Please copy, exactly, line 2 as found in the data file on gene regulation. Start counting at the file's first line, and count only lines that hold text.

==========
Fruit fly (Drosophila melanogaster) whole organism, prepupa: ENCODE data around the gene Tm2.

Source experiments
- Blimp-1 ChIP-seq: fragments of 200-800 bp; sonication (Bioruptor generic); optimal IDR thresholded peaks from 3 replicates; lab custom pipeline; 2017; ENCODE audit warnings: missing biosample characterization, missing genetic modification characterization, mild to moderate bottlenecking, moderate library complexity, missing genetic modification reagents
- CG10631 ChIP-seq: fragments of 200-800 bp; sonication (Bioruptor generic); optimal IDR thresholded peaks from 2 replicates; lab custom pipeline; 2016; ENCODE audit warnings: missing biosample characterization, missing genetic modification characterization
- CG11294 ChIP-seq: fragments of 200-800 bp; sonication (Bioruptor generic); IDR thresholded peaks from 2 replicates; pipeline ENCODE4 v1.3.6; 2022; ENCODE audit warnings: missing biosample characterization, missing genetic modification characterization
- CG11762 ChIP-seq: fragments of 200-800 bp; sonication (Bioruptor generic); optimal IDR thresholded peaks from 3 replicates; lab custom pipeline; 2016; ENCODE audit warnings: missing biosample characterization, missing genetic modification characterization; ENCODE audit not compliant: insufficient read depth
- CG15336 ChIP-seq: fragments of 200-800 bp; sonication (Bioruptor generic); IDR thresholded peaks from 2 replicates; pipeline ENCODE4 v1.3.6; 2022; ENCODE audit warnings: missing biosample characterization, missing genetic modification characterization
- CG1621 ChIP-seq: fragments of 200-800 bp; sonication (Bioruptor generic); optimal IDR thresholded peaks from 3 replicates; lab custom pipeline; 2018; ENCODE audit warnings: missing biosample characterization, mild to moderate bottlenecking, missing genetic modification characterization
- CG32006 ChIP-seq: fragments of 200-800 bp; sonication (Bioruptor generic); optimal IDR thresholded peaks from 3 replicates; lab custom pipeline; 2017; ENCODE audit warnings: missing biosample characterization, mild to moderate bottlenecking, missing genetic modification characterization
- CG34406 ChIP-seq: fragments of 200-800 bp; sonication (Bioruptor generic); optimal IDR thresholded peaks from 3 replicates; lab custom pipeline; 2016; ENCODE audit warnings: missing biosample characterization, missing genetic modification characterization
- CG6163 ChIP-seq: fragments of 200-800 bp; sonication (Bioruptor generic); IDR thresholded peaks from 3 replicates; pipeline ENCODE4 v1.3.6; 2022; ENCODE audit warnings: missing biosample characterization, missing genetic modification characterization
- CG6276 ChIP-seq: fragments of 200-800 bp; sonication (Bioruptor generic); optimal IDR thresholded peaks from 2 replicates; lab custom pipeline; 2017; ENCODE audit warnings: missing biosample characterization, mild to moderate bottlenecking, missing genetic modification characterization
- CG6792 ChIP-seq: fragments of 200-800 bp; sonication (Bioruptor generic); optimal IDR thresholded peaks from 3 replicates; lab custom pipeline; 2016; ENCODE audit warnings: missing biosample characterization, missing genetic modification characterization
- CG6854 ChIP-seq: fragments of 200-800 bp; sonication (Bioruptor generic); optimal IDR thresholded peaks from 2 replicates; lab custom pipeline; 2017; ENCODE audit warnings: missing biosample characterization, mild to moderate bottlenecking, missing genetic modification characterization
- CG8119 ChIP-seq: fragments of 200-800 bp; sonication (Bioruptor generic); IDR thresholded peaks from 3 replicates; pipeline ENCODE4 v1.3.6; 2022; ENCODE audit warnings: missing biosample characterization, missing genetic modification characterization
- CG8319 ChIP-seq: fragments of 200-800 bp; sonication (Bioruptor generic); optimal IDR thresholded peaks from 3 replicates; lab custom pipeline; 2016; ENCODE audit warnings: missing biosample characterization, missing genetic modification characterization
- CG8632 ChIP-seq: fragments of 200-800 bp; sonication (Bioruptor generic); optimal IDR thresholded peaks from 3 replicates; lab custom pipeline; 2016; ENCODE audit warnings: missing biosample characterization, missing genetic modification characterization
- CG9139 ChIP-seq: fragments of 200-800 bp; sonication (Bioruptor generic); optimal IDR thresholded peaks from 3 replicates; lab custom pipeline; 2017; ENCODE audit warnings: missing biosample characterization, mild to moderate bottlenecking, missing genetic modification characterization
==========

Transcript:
Source experiments